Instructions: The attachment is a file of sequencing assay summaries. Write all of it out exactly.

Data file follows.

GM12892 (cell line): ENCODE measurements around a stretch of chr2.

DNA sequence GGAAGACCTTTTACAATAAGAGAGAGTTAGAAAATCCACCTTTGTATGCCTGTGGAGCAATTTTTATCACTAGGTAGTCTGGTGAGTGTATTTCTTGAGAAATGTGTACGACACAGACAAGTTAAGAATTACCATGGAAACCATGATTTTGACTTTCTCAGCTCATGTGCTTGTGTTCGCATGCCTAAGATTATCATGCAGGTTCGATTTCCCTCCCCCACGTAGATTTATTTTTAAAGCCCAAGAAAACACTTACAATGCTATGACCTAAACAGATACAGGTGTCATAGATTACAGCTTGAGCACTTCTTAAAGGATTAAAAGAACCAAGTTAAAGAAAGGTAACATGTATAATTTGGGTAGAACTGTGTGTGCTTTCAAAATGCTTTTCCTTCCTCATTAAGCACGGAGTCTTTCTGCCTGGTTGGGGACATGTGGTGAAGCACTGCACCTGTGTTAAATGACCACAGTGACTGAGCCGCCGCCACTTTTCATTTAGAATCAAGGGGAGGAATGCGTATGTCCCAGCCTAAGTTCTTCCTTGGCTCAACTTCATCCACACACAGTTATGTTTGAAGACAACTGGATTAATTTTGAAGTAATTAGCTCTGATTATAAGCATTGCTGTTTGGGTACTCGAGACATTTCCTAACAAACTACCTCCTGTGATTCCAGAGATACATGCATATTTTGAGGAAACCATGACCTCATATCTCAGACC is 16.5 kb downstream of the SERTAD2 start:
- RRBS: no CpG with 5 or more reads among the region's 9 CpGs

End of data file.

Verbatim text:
GM12892 (cell line): ENCODE measurements around a stretch of chr2.

DNA sequence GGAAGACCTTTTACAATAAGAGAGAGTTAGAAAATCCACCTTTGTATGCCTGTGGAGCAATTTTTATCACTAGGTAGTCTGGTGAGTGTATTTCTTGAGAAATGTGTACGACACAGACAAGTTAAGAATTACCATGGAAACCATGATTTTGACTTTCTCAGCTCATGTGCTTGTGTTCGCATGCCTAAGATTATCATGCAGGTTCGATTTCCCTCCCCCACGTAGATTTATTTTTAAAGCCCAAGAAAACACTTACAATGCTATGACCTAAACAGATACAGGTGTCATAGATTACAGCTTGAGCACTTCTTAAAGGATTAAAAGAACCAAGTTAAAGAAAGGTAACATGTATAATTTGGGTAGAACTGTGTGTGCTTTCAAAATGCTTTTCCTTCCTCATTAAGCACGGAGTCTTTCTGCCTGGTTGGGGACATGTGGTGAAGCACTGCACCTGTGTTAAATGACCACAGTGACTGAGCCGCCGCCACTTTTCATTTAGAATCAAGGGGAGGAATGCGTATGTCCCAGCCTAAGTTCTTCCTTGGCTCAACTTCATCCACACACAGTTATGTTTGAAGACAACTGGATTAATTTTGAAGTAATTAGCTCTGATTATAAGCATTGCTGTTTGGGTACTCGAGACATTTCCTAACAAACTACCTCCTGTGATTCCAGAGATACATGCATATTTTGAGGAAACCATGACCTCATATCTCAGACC is 16.5 kb downstream of the SERTAD2 start:
- RRBS: no CpG with 5 or more reads among the region's 9 CpGs